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Rose Mary
By Rosemary McKittrick
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Dessert service; Tennis pattern; 24 pieces total, 7 cups, 9 saucers, plus plates; sold for $7,050. Photo courtesy of Freeman's.
When I think about art deco china, the name Clarice Cliff always comes to mind. Cliff brought something brand new to a dinner table that had become way too solemn.

Her groundbreaking British-made pottery designs from the ‘30s were astonishingly colorful.

“Color seems to radiate happiness and the spirit of modern life,” Cliff said. She used color as a signature theme in her tableware. The pottery reeked of lightness and unlimited possibility.

Even Cliff liked the term “Bizarre Ware” for her colorful, strong-lined, hand-painted geometrical designs. Cliff’s team of female painters were even called “The Bizarre Girls.”

By the time the 20th century arrived, stiff dinner parties with servants waiting to tidy up were fast becoming a thing of the past. Silver demanding constant polishing and delicate china chipping at the turn of a hand didn’t make much sense either.

The modern world demanded modern tableware in step with the times. Cliff responded with over 350 new patterns. She designed over 20 teapots.

Bizarre and bold they were, tableware unlike anything on the market. It wasn’t long before Cliff’s vases; bowls, tea and dinner sets were sold in top department stores in America and Australia.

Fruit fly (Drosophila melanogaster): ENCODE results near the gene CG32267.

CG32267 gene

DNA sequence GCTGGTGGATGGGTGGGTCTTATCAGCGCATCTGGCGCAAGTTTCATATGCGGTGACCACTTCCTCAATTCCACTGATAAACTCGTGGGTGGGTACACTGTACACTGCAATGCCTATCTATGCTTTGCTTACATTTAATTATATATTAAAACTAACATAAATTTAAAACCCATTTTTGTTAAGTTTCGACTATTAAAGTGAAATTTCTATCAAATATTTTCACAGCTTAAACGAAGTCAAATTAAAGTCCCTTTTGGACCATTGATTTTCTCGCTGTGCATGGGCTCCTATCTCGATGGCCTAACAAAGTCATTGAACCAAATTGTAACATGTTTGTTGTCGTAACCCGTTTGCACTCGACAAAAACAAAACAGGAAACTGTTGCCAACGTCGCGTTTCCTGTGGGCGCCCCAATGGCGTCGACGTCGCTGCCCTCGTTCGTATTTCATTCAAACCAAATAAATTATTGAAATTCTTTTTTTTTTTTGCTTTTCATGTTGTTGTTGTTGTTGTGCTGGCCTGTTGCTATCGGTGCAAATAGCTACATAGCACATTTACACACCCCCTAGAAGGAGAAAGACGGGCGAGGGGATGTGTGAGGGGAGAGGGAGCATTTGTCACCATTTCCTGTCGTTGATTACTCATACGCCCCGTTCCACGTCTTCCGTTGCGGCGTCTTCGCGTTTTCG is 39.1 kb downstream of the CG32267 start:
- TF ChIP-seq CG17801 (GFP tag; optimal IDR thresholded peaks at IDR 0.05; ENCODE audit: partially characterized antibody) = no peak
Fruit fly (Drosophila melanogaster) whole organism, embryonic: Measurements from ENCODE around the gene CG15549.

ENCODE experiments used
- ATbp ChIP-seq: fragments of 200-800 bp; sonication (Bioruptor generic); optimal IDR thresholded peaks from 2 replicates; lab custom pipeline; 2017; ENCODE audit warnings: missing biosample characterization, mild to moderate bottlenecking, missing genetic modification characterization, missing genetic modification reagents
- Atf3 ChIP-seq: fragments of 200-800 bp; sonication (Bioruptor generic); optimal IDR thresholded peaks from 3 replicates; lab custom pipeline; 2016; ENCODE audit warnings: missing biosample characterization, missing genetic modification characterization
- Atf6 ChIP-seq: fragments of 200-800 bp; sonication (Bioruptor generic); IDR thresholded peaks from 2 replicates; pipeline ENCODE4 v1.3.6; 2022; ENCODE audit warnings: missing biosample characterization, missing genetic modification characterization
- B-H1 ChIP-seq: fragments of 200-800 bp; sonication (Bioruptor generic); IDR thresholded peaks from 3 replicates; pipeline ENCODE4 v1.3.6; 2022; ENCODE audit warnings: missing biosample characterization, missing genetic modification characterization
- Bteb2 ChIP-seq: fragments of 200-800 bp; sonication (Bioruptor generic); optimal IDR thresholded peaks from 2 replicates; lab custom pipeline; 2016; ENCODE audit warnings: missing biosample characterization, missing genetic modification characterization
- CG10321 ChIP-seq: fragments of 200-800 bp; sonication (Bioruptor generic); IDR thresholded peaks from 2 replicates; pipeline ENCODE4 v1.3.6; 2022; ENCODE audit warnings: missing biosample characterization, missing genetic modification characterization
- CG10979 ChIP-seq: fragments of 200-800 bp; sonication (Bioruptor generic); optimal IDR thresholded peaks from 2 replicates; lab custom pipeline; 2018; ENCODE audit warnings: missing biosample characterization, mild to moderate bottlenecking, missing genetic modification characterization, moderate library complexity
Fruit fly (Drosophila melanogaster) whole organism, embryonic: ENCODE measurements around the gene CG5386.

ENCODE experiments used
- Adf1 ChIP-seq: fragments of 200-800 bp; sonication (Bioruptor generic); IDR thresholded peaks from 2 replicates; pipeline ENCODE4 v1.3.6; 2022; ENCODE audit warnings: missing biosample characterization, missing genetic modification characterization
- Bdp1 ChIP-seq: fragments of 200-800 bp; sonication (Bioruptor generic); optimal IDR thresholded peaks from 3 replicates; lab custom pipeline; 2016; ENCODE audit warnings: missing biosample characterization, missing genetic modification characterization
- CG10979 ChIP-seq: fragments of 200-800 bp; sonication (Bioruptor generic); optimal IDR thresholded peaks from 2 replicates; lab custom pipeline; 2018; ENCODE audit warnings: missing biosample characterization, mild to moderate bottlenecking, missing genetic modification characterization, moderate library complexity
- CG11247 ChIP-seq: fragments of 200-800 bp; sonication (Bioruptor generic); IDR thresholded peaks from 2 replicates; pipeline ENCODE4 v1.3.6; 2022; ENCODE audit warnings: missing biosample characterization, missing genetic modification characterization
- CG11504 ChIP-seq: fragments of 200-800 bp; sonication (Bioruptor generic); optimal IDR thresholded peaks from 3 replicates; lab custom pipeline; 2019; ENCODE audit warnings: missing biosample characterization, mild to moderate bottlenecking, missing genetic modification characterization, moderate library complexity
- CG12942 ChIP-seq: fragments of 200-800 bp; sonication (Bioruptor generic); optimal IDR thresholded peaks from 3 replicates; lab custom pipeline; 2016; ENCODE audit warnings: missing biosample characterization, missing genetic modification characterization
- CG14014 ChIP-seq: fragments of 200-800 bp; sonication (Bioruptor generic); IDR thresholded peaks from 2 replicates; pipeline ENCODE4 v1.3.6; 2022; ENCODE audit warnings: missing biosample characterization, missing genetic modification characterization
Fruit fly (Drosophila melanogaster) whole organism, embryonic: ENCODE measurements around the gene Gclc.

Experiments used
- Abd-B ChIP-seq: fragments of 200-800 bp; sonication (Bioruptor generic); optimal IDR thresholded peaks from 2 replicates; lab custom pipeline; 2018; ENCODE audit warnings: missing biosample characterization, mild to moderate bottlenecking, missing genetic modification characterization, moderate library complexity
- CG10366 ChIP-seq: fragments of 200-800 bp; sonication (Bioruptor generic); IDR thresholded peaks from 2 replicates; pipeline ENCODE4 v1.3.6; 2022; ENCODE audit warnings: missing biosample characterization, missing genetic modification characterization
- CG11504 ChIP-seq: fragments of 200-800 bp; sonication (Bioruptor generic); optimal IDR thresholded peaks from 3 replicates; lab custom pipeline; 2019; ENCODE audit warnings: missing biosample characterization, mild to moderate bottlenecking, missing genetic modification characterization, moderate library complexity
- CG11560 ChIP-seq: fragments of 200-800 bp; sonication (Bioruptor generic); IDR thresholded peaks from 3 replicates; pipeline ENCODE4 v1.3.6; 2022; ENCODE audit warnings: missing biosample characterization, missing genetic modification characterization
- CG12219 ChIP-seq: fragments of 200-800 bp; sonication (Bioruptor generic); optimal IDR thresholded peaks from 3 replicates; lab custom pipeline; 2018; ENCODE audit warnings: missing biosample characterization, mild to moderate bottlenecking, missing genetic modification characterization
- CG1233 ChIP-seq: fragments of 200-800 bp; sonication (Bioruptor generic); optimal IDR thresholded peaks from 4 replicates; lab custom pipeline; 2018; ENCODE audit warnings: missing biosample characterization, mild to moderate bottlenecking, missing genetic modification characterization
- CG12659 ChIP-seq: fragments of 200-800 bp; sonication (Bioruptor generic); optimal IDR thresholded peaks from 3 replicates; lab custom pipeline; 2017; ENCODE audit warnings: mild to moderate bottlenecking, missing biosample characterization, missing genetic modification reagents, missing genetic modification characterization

“Having a little fun at my work does not make me any less of an artist,” Cliff said. People who appreciate truly beautiful and original creations in pottery are not frightened by a little innocent tomfoolery.”

Cliff was heralded for brightening up the world of the bored housewife. During an era of economic hardship, her business thrived.

At age 14, Cliff went to work as a painter for a local pottery in England. In 1916, she joined the firm of A. J. Wilkinson and remained there for the rest of her life. Cliff married the firm’s owner, Colley Shorter, and after his death in 1963 sold the factory and retired to her home in New Castle. She died in 1972.

Cliff has been called a “cozy genius” and prices for her mass-market tableware continue to soar. When Christie’s in South Kensington offered Cliff pottery for the first time in 1989, hundreds of people showed up for the auction.

Nowadays, Clarice Cliff wares are highly collectible and fakes crop up regularly. They are often produced from molds with shapes similar to the originals, but are falsely marked and often badly painted.

It’s important to remember that Cliff only produced wares for A. J. Wilkinson’s and its subsidiary Newport Pottery. Later pieces are often marked Royal Staffordshire Pottery. Midwinter, and Wedgwood also produced some of the legitimate reproductions.

On May 19, 2002, Freeman’s in Philadelphia offered a selection of Clarice Cliff pottery in its 20th century design sale. Here are some current values.

Clarice Cliff

Dish; Royal Staffordshire; ovoid form; 3½ inches high; $223.

Bowl; Sunray pattern; 4½ inches diameter; $822.

Wall mask; Lady of the Orient with hand-painted details; 11 inches high; $1,762.

Jug; apples pattern Lotus jug; 11½ inches high; $3,818.

Dessert service; Tennis pattern; 24 pieces total, including 7 cups and 9 saucers, plus dessert plates; $7,050.

Vase; Etna pattern; hand-painted with stylized mountainous landscape; 9½ inches high; $8,225.

Jug; sliced-circle pattern Lotus jug; single strap handle; 11½ inches high; $9,400.

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